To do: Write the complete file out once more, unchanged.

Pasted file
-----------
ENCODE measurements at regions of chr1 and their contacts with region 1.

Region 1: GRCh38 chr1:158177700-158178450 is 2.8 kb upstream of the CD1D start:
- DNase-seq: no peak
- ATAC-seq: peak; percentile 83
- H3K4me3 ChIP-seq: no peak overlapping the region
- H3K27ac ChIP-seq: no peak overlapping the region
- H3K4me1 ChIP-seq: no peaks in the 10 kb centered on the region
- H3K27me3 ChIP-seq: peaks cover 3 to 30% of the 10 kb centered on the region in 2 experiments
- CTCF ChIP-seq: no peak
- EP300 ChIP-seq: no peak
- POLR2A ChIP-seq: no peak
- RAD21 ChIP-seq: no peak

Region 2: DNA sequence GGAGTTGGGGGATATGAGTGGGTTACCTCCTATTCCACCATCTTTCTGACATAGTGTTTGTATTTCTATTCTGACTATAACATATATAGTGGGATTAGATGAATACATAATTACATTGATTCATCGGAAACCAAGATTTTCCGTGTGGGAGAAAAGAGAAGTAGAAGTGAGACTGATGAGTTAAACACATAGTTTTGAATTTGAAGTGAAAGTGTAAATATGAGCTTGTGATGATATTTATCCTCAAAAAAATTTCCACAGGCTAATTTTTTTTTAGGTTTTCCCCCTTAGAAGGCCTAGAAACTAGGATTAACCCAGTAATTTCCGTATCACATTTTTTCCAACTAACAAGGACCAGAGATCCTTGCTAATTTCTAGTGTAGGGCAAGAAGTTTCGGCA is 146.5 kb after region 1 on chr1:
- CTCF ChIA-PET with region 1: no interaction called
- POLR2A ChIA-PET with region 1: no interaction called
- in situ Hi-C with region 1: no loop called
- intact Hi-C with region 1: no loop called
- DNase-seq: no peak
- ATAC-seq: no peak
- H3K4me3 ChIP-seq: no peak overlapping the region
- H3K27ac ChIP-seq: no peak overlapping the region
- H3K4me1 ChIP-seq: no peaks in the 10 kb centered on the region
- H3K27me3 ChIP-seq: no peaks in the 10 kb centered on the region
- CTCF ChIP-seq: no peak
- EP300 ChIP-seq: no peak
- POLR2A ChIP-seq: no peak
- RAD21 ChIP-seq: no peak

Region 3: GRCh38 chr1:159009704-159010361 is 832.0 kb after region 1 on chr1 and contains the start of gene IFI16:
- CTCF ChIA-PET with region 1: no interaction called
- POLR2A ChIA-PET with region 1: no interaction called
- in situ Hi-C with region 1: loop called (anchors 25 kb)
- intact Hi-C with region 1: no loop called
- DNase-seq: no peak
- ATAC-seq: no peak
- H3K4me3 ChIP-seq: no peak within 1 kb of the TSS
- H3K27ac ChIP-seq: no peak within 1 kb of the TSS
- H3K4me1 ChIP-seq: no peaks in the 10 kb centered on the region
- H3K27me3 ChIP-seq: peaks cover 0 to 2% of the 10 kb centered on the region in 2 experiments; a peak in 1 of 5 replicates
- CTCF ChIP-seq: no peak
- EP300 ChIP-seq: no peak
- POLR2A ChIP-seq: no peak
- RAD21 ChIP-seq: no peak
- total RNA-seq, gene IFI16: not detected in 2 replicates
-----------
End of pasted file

ENCODE measurements at regions of chr1 and their contacts with region 1.

Region 1: GRCh38 chr1:158177700-158178450 is 2.8 kb upstream of the CD1D start:
- DNase-seq: no peak
- ATAC-seq: peak; percentile 83
- H3K4me3 ChIP-seq: no peak overlapping the region
- H3K27ac ChIP-seq: no peak overlapping the region
- H3K4me1 ChIP-seq: no peaks in the 10 kb centered on the region
- H3K27me3 ChIP-seq: peaks cover 3 to 30% of the 10 kb centered on the region in 2 experiments
- CTCF ChIP-seq: no peak
- EP300 ChIP-seq: no peak
- POLR2A ChIP-seq: no peak
- RAD21 ChIP-seq: no peak

Region 2: DNA sequence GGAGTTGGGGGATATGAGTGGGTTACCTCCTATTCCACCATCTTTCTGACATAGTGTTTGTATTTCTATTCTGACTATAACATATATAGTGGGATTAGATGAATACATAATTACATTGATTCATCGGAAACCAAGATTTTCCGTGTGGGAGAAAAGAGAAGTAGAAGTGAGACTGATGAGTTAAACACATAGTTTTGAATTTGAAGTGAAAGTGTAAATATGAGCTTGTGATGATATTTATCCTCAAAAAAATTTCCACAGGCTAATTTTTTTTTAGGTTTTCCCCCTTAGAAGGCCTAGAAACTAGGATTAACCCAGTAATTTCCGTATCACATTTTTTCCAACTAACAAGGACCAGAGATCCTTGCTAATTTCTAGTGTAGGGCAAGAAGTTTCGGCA is 146.5 kb after region 1 on chr1:
- CTCF ChIA-PET with region 1: no interaction called
- POLR2A ChIA-PET with region 1: no interaction called
- in situ Hi-C with region 1: no loop called
- intact Hi-C with region 1: no loop called
- DNase-seq: no peak
- ATAC-seq: no peak
- H3K4me3 ChIP-seq: no peak overlapping the region
- H3K27ac ChIP-seq: no peak overlapping the region
- H3K4me1 ChIP-seq: no peaks in the 10 kb centered on the region
- H3K27me3 ChIP-seq: no peaks in the 10 kb centered on the region
- CTCF ChIP-seq: no peak
- EP300 ChIP-seq: no peak
- POLR2A ChIP-seq: no peak
- RAD21 ChIP-seq: no peak

Region 3: GRCh38 chr1:159009704-159010361 is 832.0 kb after region 1 on chr1 and contains the start of gene IFI16:
- CTCF ChIA-PET with region 1: no interaction called
- POLR2A ChIA-PET with region 1: no interaction called
- in situ Hi-C with region 1: loop called (anchors 25 kb)
- intact Hi-C with region 1: no loop called
- DNase-seq: no peak
- ATAC-seq: no peak
- H3K4me3 ChIP-seq: no peak within 1 kb of the TSS
- H3K27ac ChIP-seq: no peak within 1 kb of the TSS
- H3K4me1 ChIP-seq: no peaks in the 10 kb centered on the region
- H3K27me3 ChIP-seq: peaks cover 0 to 2% of the 10 kb centered on the region in 2 experiments; a peak in 1 of 5 replicates
- CTCF ChIP-seq: no peak
- EP300 ChIP-seq: no peak
- POLR2A ChIP-seq: no peak
- RAD21 ChIP-seq: no peak
- total RNA-seq, gene IFI16: not detected in 2 replicates